Alcoholics’ brains may process emotion differently than those of people who don’t have a history of alcohol abuse, according to a study published in the November issue of the journal Alcoholism: Clinical and Experimental Research. There is ample research analyzing how alcoholics tend to process emotion distinctly and with a range of behaviors—often misinterpreting nonverbal cues expressed in people’s faces, having dampened or flat reactions where others would have strong responses, being prone to impulsivity and a lack of social inhibition, and tending toward aggression, to name some. Yet, understanding the brain processes and regions that drive those behavioral differences is very much a work in progress. For most people, emotions cause the amygdala—the almond-shaped epicenter of emotional processing located deep in the brain—to light up on neuroscientists’ brain scans. But this small study of 15 now abstinent long-term alcoholics compared with 15 control participants with nearly identical backgrounds and characteristics (apart from family histories of alcoholism), reveals just how differently alcoholics process emotion.
In the study, conducted at Massachusetts General Hospital, all 30 participants were shown pictures of people’s faces expressing either happiness, sadness or no emotion. Yet instead of asking what emotion they saw, in one series of exercises researchers asked them to determine whether the faces looked intelligent; in another, they were asked simply to say whether the photos were in color or black and white. The goal was to see if there were any major differences between the alcoholics and the control group in how more complex processing (making a judgment about intellect), might compare with simple, straightforward tasks. While the alcoholics were more likely to deem the emotionless faces intelligent, and to take slightly longer when assessing intellect, “there were not major differences in their performance,” says Ksenija Marinkovic, the study’s lead author and a neuroscientist at the University of California.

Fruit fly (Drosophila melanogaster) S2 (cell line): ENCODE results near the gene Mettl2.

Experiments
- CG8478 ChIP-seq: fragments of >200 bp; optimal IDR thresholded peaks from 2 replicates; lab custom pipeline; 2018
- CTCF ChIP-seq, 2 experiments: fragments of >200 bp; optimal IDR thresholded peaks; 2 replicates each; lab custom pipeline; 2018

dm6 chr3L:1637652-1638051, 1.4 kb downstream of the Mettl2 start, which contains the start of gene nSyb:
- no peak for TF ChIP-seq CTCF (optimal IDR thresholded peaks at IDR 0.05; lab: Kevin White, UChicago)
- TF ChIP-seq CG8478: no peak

Yet, when Marinkovic and her colleagues analyzed where in the brain the participants processed the facial expressions as they answered questions, a dramatic difference was quickly evident. “The healthy controls’ [brains] were activated by emotional facial expressions as one would predict in the amygdala,” she explains. Among the alcoholics, however, there was very little activity in the same region. “It was blunted.” Instead, in the group with a history of alcohol abuse, the prefrontal cortex showed increased activity, suggesting it may be compensating for the decreased emotional processing in the amygdala.
The findings go some way to understanding how, neurologically, alcoholics perceive emotions differently, and possibly help shed light on what drives the dangerous behaviors often characteristic of alcohol abuse. “You can imagine a situation, a bar perhaps, where a person who is a long term alcoholic and is under acute intoxication, would have this deficit in understanding what the other person is saying, and the emotional, facial, nonverbal cues this person is sending and would misinterpret them,” Marinkovic says.
Marinkovic’s research may also open the door for further investigation into how alcoholism impacts emotional processing, and even the genetic component of the disease. Previous research has shown, she says, that people who have a family history of alcoholism but do not suffer from the disease themselves, tended to have less activity in the amygdala when facing emotional stimuli compared with control participants. It could be, that instead of resulting from long term alcohol abuse, the dampened activity in the amygdala comes before the disease. “These results would suggest that amygdala hypoactivity, and the emotional dysfunction, may precede alcohol abuse and may be a part of the wider array of social problems,” Marinkovic says. “It may be a vicious cycle.”